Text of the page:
By highonlife• 13 years 1 month ago.
highonlife

hey by the way, i think you need real luck to get hired as MD did, cos when i applied for my first job here in Doha, i think the boss rejected my application in his head before he even got through to the end of the CV.

I had spelt 'honour' as 'honur'!! so much for typing skills:)

By highonlife• 13 years 1 month ago.
highonlife

thats right, almost always the printed versions of the copy make it through to the big bosses which is why it's so important that we make an impression. it's much easier to spot mistakes while you're reading something out of paper than it is to read it on a computer screen. in fact i think writing a little bit more to enhance your CV shouldnt do harm at all, if done correctly...

By Victory_278692• 13 years 1 month ago.
Victory_278692

HR managers. To clear initial stage is to get short listed first. Strong CV's provide weightage.

Obviously, final selection, interviews and appointment rest with 'Boss'....

I agree with MD to get the BEST is not possible in Qatar, we have to compromise with quality and standards.

Y the hell, BEST will stay in Qatar (pun intended)

Peace

By Formatted Soul• 13 years 1 month ago.
Formatted Soul

How many big bosses listen to them? Probably the HR people listen to them and what happens is they short list and only the very good ones reaches to the decesion Maker.... most of them receive it by hard copy...

I dont think its very practical...

By highonlife• 13 years 1 month ago.
highonlife

thanks for sharing your views guys! an assortment of opinions, i can see...and i guess all of us are correct in a way. we could do away witht he usual phrases no doubt but if we try getting too informal, we'll just land on our face for sure!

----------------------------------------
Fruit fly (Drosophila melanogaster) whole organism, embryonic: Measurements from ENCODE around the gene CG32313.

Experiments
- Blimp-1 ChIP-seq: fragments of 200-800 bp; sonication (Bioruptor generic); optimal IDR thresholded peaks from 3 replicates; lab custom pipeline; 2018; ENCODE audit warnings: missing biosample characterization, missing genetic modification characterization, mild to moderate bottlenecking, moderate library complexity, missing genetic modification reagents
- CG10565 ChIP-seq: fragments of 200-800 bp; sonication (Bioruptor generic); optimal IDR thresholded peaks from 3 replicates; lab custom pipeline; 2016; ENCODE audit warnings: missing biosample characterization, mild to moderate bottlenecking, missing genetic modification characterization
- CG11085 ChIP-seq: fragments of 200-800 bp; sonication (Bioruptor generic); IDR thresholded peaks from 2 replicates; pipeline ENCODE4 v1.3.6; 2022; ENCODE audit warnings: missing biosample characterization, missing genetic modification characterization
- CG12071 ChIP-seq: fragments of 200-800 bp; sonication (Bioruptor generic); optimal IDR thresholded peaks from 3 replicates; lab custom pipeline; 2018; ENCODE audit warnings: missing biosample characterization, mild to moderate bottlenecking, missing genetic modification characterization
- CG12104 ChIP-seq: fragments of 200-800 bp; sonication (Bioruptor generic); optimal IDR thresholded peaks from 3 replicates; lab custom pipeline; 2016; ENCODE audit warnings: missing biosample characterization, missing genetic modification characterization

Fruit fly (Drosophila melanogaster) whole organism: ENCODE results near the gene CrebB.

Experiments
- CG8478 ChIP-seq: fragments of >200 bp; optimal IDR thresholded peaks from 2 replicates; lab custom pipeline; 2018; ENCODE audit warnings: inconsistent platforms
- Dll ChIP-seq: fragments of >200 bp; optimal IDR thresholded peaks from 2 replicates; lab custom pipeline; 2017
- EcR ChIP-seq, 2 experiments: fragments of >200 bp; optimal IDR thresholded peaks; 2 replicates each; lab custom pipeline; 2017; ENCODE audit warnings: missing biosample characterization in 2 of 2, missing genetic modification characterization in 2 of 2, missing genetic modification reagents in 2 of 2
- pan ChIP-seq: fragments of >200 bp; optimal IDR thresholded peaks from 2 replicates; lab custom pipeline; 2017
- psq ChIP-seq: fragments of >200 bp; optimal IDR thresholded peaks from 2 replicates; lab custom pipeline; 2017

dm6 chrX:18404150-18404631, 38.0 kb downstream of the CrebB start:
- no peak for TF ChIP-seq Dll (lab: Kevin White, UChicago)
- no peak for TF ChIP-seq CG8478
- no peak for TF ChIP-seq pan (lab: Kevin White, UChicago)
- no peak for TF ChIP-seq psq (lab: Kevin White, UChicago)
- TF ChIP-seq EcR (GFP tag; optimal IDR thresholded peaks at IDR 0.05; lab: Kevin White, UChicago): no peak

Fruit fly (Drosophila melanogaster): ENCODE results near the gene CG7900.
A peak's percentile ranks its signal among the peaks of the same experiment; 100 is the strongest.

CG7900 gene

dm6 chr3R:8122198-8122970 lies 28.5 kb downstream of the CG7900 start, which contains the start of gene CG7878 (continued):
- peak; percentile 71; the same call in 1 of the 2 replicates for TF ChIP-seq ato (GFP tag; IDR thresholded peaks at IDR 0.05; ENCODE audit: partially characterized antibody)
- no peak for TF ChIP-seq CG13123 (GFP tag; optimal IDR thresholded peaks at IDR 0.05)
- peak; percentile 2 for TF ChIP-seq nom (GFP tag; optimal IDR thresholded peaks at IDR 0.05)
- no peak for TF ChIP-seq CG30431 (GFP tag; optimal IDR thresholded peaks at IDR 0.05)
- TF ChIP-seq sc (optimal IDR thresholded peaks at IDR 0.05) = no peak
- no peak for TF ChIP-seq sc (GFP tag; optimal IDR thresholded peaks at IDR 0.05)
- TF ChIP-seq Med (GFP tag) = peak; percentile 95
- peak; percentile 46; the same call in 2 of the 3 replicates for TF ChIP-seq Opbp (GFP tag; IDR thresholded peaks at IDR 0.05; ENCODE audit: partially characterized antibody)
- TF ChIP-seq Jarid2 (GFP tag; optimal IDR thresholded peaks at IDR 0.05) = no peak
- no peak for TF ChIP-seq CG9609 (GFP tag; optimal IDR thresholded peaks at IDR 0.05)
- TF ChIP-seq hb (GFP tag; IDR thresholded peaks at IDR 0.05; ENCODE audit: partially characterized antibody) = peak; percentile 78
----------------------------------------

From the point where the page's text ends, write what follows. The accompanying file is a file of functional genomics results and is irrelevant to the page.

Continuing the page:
By highonlife• 13 years 1 month ago.
highonlife

but we could try the informal tone a little bit while explaining the job profile. it might just help you write better. in fact i think it might be a good idea to write all we want first, and then eliminate what we think is unnecessary ! that way, we get in what we want in the CV, and it's also precise! ....

By highonlife• 13 years 1 month ago.
highonlife

that's great MagicDragon!...

See, i told you, we dont need any experts to tell us what to do! we're only as good as we want us to be!

By GodFather.• 13 years 1 month ago.
GodFather.

Good but is it practical.. I mean the whole Idea of using phrases is to shorten the CV. if you are going to list you life experience then I don't think will spend too much time..

Like MD.. wrote ..just get to the point. Short and straight..:)

-----------------

HE WHO DARES WINS

By Arien• 13 years 1 month ago.
Arien

Absolutely right, thanks for sharing

______________________________________________

- Listen to Many...Speak to a Few -

By lusitano• 13 years 1 month ago.
lusitano

Great article, thanks!

Human voice is certainly more appealing and if transpires sincerity, it sure beats the copy paste usual boilerplate phrases!

By anonymous• 13 years 1 month ago.
anonymous

When I applied for a job I replied to an advertisement in the Gulf Times: "If you want the best, you have no choice." I was hired.

By highonlife• 13 years 1 month ago.
highonlife

But i do agree with a couple of things in teh article. we tend to overuse certain words, especially 'the strong work ethics' and 'superior or excellent communications skills'. I guess it's just a matter of how well you know your job and how interested you are in it to write from your heart. We dont need expert advice on that, do we!?

By highonlife• 13 years 1 month ago.
highonlife

that's what crossed my mind when i first read it! we tend to believe whatever the so-called experts say...

thanks for pointing that out!

By Victory_278692• 13 years 1 month ago.
Victory_278692

interesting article!

personal views...through these phrases, one describe the incumbents potential and strength in their respective fields. A human approach for describing personality appears very informal.